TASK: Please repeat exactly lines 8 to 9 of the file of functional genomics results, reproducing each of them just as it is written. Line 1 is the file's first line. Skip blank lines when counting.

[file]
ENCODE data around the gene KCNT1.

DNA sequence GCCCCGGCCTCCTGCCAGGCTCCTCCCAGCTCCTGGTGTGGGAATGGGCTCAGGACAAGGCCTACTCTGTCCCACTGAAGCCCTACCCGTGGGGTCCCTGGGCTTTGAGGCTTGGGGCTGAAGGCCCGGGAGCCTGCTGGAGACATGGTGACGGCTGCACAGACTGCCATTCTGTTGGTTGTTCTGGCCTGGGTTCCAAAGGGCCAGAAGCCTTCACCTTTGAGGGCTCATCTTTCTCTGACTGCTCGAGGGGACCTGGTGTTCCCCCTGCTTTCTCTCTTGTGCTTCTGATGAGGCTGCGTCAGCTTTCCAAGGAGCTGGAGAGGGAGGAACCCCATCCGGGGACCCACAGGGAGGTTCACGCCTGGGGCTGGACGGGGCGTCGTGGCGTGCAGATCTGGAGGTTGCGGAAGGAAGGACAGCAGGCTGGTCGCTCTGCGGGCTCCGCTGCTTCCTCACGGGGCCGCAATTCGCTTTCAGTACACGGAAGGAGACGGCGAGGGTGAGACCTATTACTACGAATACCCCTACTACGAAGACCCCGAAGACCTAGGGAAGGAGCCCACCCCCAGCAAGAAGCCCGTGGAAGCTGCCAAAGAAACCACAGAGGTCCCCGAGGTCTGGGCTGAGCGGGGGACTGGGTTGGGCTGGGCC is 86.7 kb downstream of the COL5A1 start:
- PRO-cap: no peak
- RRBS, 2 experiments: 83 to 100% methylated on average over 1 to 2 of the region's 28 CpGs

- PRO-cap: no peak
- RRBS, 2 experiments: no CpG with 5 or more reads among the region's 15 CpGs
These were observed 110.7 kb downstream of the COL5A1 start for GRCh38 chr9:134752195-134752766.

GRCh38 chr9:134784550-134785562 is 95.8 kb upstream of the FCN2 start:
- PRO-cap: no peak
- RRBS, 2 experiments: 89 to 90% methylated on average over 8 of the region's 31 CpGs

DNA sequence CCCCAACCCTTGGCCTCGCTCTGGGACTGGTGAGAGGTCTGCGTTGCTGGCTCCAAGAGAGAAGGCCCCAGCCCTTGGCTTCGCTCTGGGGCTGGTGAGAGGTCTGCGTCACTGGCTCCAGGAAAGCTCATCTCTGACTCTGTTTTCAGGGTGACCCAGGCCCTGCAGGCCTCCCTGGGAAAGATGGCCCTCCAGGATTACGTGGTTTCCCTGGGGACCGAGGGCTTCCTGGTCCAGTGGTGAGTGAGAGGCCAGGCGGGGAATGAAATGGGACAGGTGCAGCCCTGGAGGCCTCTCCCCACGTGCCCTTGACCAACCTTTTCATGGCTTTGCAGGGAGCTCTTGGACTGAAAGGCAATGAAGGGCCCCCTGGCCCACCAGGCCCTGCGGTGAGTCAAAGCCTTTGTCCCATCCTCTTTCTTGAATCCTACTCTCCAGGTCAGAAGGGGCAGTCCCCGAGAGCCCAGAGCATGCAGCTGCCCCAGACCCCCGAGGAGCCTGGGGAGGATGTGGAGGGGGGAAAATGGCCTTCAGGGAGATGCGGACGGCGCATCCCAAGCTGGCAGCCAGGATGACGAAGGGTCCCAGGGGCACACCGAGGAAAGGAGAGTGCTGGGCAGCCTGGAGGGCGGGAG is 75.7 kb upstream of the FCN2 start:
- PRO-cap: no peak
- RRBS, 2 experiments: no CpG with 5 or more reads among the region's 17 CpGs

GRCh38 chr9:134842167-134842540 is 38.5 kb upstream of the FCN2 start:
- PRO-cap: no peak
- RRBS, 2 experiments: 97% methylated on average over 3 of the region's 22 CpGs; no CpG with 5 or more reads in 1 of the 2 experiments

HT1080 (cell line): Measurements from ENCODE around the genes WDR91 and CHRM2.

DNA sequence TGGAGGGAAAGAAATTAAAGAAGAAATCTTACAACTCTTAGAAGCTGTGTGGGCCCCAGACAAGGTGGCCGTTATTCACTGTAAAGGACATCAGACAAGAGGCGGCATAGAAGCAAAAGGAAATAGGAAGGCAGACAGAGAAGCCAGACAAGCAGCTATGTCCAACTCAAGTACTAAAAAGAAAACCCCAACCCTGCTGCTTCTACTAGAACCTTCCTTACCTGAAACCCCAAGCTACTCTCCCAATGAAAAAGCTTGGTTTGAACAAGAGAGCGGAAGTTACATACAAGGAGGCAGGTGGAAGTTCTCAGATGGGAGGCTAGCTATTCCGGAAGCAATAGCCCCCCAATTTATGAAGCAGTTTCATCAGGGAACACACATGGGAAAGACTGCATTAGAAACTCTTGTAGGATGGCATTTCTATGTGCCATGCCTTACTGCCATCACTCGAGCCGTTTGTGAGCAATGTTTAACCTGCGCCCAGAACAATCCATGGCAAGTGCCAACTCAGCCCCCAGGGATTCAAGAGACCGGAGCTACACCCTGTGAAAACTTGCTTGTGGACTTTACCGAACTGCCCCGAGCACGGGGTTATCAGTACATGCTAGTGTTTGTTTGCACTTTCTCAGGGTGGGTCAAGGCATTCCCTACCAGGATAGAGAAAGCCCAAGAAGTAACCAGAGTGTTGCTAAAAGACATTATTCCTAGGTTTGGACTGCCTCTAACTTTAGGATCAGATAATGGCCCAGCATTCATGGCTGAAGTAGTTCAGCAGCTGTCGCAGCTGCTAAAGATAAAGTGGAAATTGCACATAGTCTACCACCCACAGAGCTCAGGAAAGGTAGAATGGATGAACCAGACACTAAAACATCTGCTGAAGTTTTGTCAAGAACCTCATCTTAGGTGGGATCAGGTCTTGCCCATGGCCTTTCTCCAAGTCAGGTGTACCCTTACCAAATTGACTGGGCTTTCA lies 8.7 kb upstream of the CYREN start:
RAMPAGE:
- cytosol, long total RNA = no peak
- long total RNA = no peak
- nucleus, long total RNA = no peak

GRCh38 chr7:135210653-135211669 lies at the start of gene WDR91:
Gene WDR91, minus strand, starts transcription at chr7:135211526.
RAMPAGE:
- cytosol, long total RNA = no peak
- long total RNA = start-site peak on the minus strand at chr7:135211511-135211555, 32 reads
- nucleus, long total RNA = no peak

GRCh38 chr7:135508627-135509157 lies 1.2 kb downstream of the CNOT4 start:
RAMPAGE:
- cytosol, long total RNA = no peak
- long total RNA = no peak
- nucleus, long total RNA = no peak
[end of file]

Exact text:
GRCh38 chr9:134784550-134785562 is 95.8 kb upstream of the FCN2 start:
- PRO-cap: no peak